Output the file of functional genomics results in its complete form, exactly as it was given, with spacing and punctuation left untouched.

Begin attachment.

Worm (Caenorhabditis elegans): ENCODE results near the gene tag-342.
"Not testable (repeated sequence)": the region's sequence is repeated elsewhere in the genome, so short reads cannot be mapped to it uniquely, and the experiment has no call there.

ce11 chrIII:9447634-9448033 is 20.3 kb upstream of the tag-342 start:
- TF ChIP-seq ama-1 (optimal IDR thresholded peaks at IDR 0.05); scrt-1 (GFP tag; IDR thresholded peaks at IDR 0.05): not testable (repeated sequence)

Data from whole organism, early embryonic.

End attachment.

Worm (Caenorhabditis elegans): ENCODE results near the gene tag-342.
"Not testable (repeated sequence)": the region's sequence is repeated elsewhere in the genome, so short reads cannot be mapped to it uniquely, and the experiment has no call there.

ce11 chrIII:9447634-9448033 is 20.3 kb upstream of the tag-342 start:
- TF ChIP-seq ama-1 (optimal IDR thresholded peaks at IDR 0.05); scrt-1 (GFP tag; IDR thresholded peaks at IDR 0.05): not testable (repeated sequence)

Data from whole organism, early embryonic.